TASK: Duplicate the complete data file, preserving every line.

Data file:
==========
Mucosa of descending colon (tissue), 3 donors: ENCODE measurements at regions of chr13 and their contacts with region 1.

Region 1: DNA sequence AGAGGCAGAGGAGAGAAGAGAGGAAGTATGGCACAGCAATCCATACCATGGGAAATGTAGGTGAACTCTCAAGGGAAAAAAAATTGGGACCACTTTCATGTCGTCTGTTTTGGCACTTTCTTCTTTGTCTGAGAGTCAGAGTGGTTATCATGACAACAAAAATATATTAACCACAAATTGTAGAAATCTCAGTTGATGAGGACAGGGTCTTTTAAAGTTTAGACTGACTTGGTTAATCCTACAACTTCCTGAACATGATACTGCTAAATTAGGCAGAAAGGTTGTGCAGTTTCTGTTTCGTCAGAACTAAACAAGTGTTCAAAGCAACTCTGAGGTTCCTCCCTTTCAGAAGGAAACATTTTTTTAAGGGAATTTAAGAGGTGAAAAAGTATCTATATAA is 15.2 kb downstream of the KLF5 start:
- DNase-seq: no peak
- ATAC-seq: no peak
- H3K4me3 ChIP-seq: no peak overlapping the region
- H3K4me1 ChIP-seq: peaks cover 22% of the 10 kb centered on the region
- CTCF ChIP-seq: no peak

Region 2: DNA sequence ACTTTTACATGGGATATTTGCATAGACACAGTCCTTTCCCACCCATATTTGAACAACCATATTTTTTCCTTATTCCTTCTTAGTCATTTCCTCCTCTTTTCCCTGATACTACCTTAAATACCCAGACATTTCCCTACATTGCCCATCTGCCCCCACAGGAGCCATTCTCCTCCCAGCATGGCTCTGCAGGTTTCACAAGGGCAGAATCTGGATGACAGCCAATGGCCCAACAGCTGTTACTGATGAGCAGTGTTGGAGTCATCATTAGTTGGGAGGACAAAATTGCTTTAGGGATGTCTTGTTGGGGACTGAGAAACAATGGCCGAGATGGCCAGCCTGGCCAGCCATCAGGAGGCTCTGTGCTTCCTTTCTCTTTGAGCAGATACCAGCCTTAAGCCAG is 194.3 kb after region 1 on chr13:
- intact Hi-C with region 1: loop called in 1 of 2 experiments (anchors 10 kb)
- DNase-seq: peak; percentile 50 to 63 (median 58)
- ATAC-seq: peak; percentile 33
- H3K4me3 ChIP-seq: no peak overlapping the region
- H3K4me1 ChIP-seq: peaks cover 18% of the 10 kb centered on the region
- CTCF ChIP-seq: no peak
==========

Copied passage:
Mucosa of descending colon (tissue), 3 donors: ENCODE measurements at regions of chr13 and their contacts with region 1.

Region 1: DNA sequence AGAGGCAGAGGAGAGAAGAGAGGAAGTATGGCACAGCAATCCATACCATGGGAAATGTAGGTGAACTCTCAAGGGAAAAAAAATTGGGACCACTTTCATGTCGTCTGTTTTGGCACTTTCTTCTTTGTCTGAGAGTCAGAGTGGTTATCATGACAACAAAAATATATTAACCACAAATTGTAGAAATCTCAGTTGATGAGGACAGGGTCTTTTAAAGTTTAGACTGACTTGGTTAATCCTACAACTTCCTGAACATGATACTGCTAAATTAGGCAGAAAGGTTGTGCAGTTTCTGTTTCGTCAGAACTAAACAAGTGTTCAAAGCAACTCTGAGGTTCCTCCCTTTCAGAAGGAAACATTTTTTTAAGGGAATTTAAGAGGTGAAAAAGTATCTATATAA is 15.2 kb downstream of the KLF5 start:
- DNase-seq: no peak
- ATAC-seq: no peak
- H3K4me3 ChIP-seq: no peak overlapping the region
- H3K4me1 ChIP-seq: peaks cover 22% of the 10 kb centered on the region
- CTCF ChIP-seq: no peak

Region 2: DNA sequence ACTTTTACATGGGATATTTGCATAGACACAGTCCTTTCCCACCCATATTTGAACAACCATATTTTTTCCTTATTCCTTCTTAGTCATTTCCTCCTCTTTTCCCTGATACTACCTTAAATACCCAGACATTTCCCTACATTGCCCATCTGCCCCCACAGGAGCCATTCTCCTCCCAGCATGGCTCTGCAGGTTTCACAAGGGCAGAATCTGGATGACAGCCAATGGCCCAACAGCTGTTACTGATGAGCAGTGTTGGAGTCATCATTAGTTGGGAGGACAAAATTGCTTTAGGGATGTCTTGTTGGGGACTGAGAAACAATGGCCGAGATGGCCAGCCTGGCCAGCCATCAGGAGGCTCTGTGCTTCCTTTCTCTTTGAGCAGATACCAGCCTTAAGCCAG is 194.3 kb after region 1 on chr13:
- intact Hi-C with region 1: loop called in 1 of 2 experiments (anchors 10 kb)
- DNase-seq: peak; percentile 50 to 63 (median 58)
- ATAC-seq: peak; percentile 33
- H3K4me3 ChIP-seq: no peak overlapping the region
- H3K4me1 ChIP-seq: peaks cover 18% of the 10 kb centered on the region
- CTCF ChIP-seq: no peak